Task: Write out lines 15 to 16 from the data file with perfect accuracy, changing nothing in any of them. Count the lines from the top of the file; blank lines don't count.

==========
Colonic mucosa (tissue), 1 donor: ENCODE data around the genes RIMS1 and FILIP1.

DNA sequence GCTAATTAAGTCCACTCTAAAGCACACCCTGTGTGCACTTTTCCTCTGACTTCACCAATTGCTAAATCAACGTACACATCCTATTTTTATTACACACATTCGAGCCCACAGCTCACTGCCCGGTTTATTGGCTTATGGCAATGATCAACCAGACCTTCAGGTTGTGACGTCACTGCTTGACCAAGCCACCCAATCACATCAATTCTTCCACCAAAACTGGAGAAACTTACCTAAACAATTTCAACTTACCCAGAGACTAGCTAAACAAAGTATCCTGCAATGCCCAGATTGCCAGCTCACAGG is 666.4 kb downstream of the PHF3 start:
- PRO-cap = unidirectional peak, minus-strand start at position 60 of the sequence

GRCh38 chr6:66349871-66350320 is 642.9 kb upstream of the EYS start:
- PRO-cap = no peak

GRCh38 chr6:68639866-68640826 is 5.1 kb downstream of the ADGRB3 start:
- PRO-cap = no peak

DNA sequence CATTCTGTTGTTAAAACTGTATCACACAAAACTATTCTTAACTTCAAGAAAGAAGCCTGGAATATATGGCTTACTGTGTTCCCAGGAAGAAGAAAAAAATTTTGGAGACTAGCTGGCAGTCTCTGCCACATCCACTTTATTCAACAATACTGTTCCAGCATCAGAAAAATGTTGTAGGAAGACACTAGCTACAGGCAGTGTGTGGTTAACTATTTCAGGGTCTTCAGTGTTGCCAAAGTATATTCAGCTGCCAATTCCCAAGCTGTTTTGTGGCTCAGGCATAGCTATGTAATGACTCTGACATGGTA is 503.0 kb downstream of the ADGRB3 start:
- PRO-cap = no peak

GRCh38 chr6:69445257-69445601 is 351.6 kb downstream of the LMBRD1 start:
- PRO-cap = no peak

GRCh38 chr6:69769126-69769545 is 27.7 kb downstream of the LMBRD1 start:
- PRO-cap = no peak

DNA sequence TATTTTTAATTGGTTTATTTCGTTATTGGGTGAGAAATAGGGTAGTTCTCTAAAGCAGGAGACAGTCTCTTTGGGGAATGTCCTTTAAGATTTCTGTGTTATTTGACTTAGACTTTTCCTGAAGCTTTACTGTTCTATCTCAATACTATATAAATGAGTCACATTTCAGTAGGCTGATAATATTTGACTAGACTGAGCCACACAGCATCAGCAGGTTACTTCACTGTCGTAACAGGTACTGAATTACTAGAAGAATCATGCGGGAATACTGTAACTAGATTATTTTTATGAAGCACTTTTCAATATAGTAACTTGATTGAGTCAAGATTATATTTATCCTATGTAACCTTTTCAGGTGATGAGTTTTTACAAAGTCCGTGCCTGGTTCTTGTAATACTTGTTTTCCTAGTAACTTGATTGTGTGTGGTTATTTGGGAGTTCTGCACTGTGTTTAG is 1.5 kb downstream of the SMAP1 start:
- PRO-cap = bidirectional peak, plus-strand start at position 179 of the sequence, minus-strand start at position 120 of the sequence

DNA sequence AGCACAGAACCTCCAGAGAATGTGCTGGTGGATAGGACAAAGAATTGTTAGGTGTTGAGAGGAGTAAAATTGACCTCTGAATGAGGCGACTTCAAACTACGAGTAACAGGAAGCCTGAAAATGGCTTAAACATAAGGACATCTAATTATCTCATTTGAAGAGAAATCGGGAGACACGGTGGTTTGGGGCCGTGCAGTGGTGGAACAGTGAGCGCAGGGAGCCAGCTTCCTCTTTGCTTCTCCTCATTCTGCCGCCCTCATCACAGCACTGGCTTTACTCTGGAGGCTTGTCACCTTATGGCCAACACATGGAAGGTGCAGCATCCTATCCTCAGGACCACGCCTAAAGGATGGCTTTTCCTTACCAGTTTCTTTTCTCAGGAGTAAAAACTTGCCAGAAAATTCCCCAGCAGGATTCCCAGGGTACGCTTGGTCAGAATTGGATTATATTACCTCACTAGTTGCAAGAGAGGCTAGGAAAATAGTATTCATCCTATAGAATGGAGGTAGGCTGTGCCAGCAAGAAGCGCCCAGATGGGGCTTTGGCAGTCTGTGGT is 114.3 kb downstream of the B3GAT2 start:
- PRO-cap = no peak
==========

- PRO-cap = bidirectional peak, plus-strand start at position 179 of the sequence, minus-strand start at position 120 of the sequence

DNA sequence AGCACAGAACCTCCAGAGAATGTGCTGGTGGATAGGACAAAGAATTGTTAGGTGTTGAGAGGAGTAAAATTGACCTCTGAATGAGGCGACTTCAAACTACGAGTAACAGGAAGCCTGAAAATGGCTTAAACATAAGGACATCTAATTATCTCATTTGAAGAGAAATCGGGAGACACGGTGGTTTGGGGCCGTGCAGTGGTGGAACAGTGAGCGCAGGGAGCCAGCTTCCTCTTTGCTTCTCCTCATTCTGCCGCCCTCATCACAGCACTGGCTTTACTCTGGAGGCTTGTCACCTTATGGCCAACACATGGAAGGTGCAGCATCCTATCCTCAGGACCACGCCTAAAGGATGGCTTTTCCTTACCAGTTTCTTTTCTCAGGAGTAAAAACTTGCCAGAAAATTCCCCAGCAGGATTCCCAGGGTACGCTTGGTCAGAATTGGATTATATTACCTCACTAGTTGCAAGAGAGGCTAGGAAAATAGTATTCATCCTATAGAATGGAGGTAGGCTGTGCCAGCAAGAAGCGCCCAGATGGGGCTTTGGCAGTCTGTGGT is 114.3 kb downstream of the B3GAT2 start: